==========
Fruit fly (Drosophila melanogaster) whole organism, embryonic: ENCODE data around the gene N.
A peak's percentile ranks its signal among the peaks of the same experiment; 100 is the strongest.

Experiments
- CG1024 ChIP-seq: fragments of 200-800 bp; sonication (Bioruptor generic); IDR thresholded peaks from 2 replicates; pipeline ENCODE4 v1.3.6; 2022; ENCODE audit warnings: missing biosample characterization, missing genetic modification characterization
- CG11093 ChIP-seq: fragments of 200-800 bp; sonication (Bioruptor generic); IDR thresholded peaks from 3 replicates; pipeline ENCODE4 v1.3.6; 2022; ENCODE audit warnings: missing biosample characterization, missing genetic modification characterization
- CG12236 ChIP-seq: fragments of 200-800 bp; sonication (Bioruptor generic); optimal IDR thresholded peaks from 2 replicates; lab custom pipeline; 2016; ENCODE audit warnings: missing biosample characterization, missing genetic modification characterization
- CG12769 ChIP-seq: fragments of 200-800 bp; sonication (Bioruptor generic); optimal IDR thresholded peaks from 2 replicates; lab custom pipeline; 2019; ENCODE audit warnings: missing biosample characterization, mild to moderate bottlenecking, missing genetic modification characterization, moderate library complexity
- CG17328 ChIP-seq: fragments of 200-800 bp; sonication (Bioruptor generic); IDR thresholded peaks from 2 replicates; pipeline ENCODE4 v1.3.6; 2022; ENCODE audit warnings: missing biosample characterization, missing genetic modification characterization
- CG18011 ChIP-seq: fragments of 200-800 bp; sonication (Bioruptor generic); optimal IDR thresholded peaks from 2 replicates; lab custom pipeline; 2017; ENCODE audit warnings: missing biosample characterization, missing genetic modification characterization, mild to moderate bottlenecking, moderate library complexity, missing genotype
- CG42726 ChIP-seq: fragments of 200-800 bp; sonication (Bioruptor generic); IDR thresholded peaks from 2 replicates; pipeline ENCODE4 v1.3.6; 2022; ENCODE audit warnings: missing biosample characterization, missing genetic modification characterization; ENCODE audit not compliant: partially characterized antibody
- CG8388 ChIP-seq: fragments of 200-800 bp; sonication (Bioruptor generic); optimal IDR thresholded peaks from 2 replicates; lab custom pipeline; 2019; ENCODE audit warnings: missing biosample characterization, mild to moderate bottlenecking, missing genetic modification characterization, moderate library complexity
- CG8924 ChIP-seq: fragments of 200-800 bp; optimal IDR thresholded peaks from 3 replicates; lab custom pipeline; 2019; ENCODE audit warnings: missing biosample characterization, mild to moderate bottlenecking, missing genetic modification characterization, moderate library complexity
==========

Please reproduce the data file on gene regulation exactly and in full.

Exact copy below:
Fruit fly (Drosophila melanogaster) whole organism, embryonic: ENCODE data around the gene N.
A peak's percentile ranks its signal among the peaks of the same experiment; 100 is the strongest.

Experiments
- CG1024 ChIP-seq: fragments of 200-800 bp; sonication (Bioruptor generic); IDR thresholded peaks from 2 replicates; pipeline ENCODE4 v1.3.6; 2022; ENCODE audit warnings: missing biosample characterization, missing genetic modification characterization
- CG11093 ChIP-seq: fragments of 200-800 bp; sonication (Bioruptor generic); IDR thresholded peaks from 3 replicates; pipeline ENCODE4 v1.3.6; 2022; ENCODE audit warnings: missing biosample characterization, missing genetic modification characterization
- CG12236 ChIP-seq: fragments of 200-800 bp; sonication (Bioruptor generic); optimal IDR thresholded peaks from 2 replicates; lab custom pipeline; 2016; ENCODE audit warnings: missing biosample characterization, missing genetic modification characterization
- CG12769 ChIP-seq: fragments of 200-800 bp; sonication (Bioruptor generic); optimal IDR thresholded peaks from 2 replicates; lab custom pipeline; 2019; ENCODE audit warnings: missing biosample characterization, mild to moderate bottlenecking, missing genetic modification characterization, moderate library complexity
- CG17328 ChIP-seq: fragments of 200-800 bp; sonication (Bioruptor generic); IDR thresholded peaks from 2 replicates; pipeline ENCODE4 v1.3.6; 2022; ENCODE audit warnings: missing biosample characterization, missing genetic modification characterization
- CG18011 ChIP-seq: fragments of 200-800 bp; sonication (Bioruptor generic); optimal IDR thresholded peaks from 2 replicates; lab custom pipeline; 2017; ENCODE audit warnings: missing biosample characterization, missing genetic modification characterization, mild to moderate bottlenecking, moderate library complexity, missing genotype
- CG42726 ChIP-seq: fragments of 200-800 bp; sonication (Bioruptor generic); IDR thresholded peaks from 2 replicates; pipeline ENCODE4 v1.3.6; 2022; ENCODE audit warnings: missing biosample characterization, missing genetic modification characterization; ENCODE audit not compliant: partially characterized antibody
- CG8388 ChIP-seq: fragments of 200-800 bp; sonication (Bioruptor generic); optimal IDR thresholded peaks from 2 replicates; lab custom pipeline; 2019; ENCODE audit warnings: missing biosample characterization, mild to moderate bottlenecking, missing genetic modification characterization, moderate library complexity
- CG8924 ChIP-seq: fragments of 200-800 bp; optimal IDR thresholded peaks from 3 replicates; lab custom pipeline; 2019; ENCODE audit warnings: missing biosample characterization, mild to moderate bottlenecking, missing genetic modification characterization, moderate library complexity